“Okay, well thanks for telling me what happened. Now it’s back to work for the two of us.”
Kids will swallow or poke up their noses, or into their ears the strangest things. I remember during my student days at a well known medical college I was doing a rotation in pediatrics when a 6 year old came into see us. I went in to take the history and her mom told me that her daughter had a very pungent odor to her, which she couldn’t get rid of.
I examined the patient and noticed that she was having some sinus congestion. The odor seemed to be coming from her mouth or nose, that was for sure. But I couldn’t figure out exactly where or why. I went into the pediatric attending, presented the patient to her and she went into the exam room and asked this little patient, “okay, Annie, what did you do this time, did you stick something up your nose?”
I remember Annie looking rather coy and finally admitting she had stuck an eraser up her nose so that she could know what it felt like.
“How long ago did you do that, Annie?”
“A week ago.”
“Okay, well then the attending stated, you have a chore to do every day for the next two weeks. You’re going to have to blow your nose several times a day and blow hard. You’re going to have to blow out that rubber eraser you sniffed up your nose. Understood?”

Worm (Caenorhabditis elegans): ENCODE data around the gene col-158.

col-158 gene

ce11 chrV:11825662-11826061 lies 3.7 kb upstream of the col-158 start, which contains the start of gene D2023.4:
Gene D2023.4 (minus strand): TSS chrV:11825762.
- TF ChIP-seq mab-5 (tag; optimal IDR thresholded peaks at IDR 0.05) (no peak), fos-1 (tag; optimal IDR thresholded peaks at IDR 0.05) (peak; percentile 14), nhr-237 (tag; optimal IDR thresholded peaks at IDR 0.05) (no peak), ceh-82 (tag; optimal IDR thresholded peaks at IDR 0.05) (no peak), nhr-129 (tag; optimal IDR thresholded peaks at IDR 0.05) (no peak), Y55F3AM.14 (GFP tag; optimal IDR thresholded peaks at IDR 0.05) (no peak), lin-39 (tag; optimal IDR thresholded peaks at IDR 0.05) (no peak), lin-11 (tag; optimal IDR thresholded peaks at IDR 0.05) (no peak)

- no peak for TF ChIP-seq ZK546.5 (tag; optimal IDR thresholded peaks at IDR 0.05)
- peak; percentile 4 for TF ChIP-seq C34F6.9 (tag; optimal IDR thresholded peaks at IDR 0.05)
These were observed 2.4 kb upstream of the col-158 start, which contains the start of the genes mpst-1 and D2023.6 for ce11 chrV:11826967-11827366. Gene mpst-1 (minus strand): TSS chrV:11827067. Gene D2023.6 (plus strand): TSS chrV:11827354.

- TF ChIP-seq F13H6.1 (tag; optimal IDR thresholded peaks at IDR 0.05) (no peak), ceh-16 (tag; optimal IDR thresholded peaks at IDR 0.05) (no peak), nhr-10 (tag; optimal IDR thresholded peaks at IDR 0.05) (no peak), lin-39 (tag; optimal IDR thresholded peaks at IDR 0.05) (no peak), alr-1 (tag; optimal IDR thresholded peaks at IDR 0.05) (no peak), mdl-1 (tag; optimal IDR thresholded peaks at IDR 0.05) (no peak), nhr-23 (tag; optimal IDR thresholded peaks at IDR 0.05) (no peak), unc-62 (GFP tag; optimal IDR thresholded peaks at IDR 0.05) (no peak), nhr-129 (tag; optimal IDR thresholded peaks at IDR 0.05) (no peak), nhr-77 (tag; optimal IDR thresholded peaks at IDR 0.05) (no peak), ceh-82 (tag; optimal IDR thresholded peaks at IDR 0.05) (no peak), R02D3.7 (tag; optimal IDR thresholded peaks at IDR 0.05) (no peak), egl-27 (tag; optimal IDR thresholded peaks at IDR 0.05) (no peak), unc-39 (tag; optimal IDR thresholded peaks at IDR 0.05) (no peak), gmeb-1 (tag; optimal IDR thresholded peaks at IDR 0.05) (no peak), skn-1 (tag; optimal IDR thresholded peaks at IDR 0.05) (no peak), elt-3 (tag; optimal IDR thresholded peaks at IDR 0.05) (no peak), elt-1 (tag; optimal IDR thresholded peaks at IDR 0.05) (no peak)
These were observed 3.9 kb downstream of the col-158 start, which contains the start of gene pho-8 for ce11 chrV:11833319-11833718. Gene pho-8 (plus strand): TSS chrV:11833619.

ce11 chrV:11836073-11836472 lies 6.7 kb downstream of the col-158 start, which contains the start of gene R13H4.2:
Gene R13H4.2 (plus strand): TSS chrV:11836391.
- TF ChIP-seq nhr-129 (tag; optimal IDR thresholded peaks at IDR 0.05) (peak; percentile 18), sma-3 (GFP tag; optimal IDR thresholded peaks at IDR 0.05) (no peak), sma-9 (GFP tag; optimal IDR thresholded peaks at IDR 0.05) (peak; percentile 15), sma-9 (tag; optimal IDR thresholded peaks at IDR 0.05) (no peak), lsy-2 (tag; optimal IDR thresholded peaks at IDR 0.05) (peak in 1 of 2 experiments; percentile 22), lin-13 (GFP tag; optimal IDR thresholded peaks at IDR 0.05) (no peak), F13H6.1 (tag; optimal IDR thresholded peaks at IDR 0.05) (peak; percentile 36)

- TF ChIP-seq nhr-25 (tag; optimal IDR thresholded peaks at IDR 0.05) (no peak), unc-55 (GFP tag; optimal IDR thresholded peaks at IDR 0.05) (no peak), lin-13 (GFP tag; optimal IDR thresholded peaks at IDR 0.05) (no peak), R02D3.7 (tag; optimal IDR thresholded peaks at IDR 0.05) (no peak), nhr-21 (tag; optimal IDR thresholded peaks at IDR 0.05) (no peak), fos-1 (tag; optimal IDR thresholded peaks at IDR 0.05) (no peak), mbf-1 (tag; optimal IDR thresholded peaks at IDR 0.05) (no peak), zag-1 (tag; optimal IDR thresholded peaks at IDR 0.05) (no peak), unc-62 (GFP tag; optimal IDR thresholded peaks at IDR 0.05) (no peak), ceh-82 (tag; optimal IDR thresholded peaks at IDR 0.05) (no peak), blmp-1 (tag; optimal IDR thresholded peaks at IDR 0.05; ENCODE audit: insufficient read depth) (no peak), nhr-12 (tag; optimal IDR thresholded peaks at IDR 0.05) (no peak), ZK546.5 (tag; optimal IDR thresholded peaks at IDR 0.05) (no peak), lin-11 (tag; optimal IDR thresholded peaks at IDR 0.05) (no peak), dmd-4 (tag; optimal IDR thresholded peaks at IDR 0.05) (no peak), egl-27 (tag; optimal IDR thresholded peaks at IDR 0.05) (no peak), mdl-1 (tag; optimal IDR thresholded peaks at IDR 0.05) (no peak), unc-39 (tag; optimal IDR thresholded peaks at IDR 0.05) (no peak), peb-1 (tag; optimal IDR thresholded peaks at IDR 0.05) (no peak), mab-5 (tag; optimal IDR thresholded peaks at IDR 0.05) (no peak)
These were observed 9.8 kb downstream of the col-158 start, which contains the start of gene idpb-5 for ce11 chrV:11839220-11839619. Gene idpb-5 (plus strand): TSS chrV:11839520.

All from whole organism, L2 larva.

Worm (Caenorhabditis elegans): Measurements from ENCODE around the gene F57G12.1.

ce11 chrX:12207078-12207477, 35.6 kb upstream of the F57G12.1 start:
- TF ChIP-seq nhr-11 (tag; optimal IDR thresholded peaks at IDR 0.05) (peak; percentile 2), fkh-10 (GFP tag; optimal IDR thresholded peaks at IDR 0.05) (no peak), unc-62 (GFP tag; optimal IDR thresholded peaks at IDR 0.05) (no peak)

Annie nodded ‘yes.’
Another small tyke of 3 years came into the emergency room while I was doing my rotation there and his mom said that he had swallowed his pet baby turtle. We asked how big the turtle was and the mom said it was about 2 inches in diameter. The 3 year was acting fine, we did an x-ray of his abdomen and there was the turtle in his stomach. This 3 year was sent to surgery to have the turtle removed due to the concern that the turtle could perforate the child’s stomach with his paws.
When you work in pediatrics you have to be prepared for many things. You have to be inventive in retrieving foreign objects out of a child’s nose, ear canal, airway and esophagus (swallowing tube).
Thankfully, Dr. Spencer had the ingenuity to try using a small foley catheter with a balloon tip and it worked. Otherwise she would have ended up being emergently sent to
, a hour’s drive away for a pediatric gastroenterologist (kid’s GI physician) to see her and scope her to remove the quarter. Houston
Kids really will do the darn-est things!